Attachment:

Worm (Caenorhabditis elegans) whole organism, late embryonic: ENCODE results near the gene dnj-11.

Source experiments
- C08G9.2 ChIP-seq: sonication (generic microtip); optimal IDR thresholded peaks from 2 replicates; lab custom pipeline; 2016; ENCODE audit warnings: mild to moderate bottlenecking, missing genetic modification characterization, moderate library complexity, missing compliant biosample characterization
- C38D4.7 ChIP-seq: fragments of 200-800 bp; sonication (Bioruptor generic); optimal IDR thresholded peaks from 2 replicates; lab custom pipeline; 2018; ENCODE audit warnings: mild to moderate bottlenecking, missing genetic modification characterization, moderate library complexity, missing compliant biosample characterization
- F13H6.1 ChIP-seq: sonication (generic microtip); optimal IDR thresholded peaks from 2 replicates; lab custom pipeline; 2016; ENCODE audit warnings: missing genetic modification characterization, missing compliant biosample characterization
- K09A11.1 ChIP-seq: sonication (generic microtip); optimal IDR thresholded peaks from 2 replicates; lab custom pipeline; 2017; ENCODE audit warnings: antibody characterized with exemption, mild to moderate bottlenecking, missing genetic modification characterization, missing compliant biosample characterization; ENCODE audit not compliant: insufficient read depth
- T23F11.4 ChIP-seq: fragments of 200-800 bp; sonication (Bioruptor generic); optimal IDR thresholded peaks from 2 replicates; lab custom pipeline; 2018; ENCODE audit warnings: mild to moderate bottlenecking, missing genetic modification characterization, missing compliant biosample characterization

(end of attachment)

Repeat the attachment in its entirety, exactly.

Worm (Caenorhabditis elegans) whole organism, late embryonic: ENCODE results near the gene dnj-11.

Source experiments
- C08G9.2 ChIP-seq: sonication (generic microtip); optimal IDR thresholded peaks from 2 replicates; lab custom pipeline; 2016; ENCODE audit warnings: mild to moderate bottlenecking, missing genetic modification characterization, moderate library complexity, missing compliant biosample characterization
- C38D4.7 ChIP-seq: fragments of 200-800 bp; sonication (Bioruptor generic); optimal IDR thresholded peaks from 2 replicates; lab custom pipeline; 2018; ENCODE audit warnings: mild to moderate bottlenecking, missing genetic modification characterization, moderate library complexity, missing compliant biosample characterization
- F13H6.1 ChIP-seq: sonication (generic microtip); optimal IDR thresholded peaks from 2 replicates; lab custom pipeline; 2016; ENCODE audit warnings: missing genetic modification characterization, missing compliant biosample characterization
- K09A11.1 ChIP-seq: sonication (generic microtip); optimal IDR thresholded peaks from 2 replicates; lab custom pipeline; 2017; ENCODE audit warnings: antibody characterized with exemption, mild to moderate bottlenecking, missing genetic modification characterization, missing compliant biosample characterization; ENCODE audit not compliant: insufficient read depth
- T23F11.4 ChIP-seq: fragments of 200-800 bp; sonication (Bioruptor generic); optimal IDR thresholded peaks from 2 replicates; lab custom pipeline; 2018; ENCODE audit warnings: mild to moderate bottlenecking, missing genetic modification characterization, missing compliant biosample characterization